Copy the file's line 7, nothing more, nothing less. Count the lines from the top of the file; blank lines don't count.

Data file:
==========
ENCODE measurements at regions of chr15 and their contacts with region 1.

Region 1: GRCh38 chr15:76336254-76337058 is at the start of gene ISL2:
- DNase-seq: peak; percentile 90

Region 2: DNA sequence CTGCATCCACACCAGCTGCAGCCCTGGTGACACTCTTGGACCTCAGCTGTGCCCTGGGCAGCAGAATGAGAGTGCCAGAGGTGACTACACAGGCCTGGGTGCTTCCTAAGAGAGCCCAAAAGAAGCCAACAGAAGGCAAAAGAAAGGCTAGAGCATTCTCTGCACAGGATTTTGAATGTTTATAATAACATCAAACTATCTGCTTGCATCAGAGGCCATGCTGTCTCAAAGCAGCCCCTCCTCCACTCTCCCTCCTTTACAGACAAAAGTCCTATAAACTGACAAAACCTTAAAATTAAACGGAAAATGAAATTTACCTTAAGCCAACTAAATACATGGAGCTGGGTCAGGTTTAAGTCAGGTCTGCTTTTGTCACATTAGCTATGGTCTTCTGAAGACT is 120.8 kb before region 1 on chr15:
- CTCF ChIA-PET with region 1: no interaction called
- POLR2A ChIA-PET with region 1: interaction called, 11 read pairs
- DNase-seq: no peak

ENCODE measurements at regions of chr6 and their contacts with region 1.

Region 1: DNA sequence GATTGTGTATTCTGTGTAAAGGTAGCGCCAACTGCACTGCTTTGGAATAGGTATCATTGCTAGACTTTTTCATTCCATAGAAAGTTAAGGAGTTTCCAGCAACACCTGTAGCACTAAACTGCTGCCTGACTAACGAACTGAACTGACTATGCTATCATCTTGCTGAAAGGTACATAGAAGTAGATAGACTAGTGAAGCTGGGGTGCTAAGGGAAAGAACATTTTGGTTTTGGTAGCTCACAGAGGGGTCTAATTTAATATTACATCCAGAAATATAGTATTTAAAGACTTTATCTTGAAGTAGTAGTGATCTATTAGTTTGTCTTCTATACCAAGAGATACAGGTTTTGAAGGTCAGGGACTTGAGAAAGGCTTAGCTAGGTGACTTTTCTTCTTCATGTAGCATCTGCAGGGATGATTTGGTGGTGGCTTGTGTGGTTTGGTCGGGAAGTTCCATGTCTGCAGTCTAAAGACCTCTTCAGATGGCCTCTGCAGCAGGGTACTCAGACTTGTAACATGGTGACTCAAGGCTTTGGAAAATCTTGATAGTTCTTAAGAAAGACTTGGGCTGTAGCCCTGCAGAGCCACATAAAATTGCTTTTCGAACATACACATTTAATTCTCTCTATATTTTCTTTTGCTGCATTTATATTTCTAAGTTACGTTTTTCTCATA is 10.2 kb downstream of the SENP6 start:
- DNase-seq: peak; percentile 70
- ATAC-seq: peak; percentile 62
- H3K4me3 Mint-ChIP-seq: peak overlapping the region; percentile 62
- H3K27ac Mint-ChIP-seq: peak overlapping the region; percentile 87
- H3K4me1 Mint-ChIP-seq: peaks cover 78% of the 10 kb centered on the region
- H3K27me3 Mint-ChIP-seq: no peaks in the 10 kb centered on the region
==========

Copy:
- DNase-seq: no peak